I don’t know Anthony Hamilton, probably because he is a soul singer and I don’t listen to soul music. He’s won Grammy’s and everything! He and this band The Hamiltones (nice) had just played for the Obamas, and they came to the NPR offices afterward.
The first song, “Amen,” is new and he says was his attempt to write an R. Kelly song. The other three songs are apparently the ones that have made him famous. The songs are “Best of Me,” “Cool” and “Charlene.”
I love his American Flag jacket/sweater or whatever it is. And his voice and the voices of The Hamiltones are pretty sweet. No doubt if I listened to soul music, I’d have a lot of Hamilton’s discs.
[READ: January 26, 2016] “Family Business”
This essay was an interesting mash-up of two writers that I’d like to read more of. I am a fan of Nabokov’s although I have read but a smattering of his work. And I have enjoyed what I’ve read by Lipsky, although I have yet to delve into his fiction.
This is a book review of the recent publication of Vladimir Nabokov’s letters to his wife Vera throughout the length of their mostly happy fifty-two year marriage. Sadly, Vera’s letters were destroyed (by her), although as it turns out, she didn’t write very much back to him anyway.
This is the kind of book review that I find exceedingly enjoyable. It sums up what the book has to say and then lets me know that while I might enjoy reading it, I don’t actually have to. Not that he gives away spoilers–are their spoilers if you know what their life is like already? But he really gets the gist of the letters and their life. And frankly, I don’t need to be that intimate with the writer, even if I do enjoy his works.
I appreciated that Lipsky included the basic bibliographical information that is helpful to contextualize these notes: Vera was his companion, his agent, his live-in editor, his bodyguard (she carried a pistol to protect him!) and his first and best reader. She even prevented him from burning the first draft of Lolita. She was as much dedicated to arts as he was (she memorized and translated poetry before meeting him).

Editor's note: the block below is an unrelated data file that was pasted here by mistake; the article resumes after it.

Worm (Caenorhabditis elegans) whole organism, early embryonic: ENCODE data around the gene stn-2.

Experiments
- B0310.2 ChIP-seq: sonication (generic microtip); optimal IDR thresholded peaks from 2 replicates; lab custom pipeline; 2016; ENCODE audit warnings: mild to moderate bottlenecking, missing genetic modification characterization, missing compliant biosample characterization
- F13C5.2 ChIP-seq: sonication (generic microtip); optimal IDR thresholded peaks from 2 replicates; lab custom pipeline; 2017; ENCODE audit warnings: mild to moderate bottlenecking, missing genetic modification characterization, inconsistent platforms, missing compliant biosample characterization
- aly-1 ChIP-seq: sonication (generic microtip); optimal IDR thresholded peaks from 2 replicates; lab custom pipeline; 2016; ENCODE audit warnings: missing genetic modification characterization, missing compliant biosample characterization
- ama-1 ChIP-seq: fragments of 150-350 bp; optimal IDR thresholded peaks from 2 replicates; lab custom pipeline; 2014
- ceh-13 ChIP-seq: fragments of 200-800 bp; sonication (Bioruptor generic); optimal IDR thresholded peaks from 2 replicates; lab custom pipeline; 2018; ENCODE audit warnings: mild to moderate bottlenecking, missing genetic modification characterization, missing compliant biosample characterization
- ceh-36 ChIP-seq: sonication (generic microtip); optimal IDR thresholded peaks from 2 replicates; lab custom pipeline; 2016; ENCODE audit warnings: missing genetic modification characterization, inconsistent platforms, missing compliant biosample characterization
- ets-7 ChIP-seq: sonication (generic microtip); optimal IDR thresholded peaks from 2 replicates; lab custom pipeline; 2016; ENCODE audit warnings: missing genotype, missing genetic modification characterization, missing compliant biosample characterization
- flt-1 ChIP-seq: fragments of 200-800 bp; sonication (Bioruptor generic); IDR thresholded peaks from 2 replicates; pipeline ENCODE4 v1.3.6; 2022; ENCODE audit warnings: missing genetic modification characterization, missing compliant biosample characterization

And then you see how he spoke to her (this is Lipsky’s quote, condensing the endearments):
My lovely, my sun, my song, my enchantment, my kitty…my multicolored love, my golden-voiced angel, my radiance, my life
My favorite part of this review is that Lipsky “renames” sections of the book. According to the Table of Contents, the book includes letters to Vera pg 1 -525 and then two appendices. But Lipsky has handily broken them down into sections: He calls the first “Unreturned Letters to Vera” (400 pages) which he says shows off the young artist. He told her everything, favorite snacks and clothes and wrote sketches. He is also very grateful whenever Vera writes back.
The couple met in 1923 and he published his first book, Mary in 1926. By the time their son was born in 1934 he had become successful. When he went back on tour with these books, Lipsky calls these letters, “Business Letters to Vera.” It is also the time when he met and fell for a Irina Guadanini. Vera found out and offered him a choice to stay or go and he chose Vera (much to the dismay of Irina).
It was around this time that the Nabokovs fled Russia for Paris and when Vladimir started writing in English. His first novel (The Real Life of Sebastian Knight) almost reads like an apology for his transgressions.
They left for America in 1940, just before the Germans took France In America they were rarely separated so “American Letters to Vera” as Lipsky dubs it, is only sixty pages.
By then Nabokov was established. He was teaching at colleges across the country (and hating it). By the time of Lolita‘s success in 1958 his and Vera’s small business had gone multinational. I enjoyed learning that Nazi leader Adolf Eichmann was given Lolita in prison and found it “unwholesome.”
One of the things that I really enjoyed finding out was that Nabokov reworked some of the descriptions that he wrote in his letters into his novels. Lipsky cites a passage (which in this case he wrote to his editor rather than Vera) in 1951 which wound up coming out very similarly in Lolita four years later.
It also makes me giggle a little to hear Lipsky disdainfully trash the cover of the book “its slightly repellent cover photo, the young couple overdressed in a way that seals them into the past” because it really doesn’t show what can be found inside. Much better is the photo included with the essay from 1971 which show a very different time.